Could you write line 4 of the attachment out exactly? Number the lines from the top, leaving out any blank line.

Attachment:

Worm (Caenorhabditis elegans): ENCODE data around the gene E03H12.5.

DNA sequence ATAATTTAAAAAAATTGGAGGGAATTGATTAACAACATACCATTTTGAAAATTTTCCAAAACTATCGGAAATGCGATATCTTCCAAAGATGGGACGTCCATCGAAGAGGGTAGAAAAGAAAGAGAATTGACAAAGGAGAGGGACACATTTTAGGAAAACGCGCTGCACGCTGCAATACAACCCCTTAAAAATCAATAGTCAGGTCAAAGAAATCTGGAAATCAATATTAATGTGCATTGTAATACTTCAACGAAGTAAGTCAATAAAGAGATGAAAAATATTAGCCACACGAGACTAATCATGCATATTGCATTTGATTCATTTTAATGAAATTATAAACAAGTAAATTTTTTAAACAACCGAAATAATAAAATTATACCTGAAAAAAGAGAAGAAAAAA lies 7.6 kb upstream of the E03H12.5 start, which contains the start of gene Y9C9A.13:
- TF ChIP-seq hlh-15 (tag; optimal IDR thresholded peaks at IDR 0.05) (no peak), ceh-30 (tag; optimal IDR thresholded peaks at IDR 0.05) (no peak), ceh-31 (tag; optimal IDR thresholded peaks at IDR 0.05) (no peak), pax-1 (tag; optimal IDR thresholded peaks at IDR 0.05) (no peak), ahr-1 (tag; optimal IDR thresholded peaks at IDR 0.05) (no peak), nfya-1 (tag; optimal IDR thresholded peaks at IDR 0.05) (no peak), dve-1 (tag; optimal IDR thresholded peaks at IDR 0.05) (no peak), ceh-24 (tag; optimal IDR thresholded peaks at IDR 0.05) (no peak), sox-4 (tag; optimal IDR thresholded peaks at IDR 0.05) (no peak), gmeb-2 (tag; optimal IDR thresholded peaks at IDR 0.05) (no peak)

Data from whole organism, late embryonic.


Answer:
Data from whole organism, late embryonic.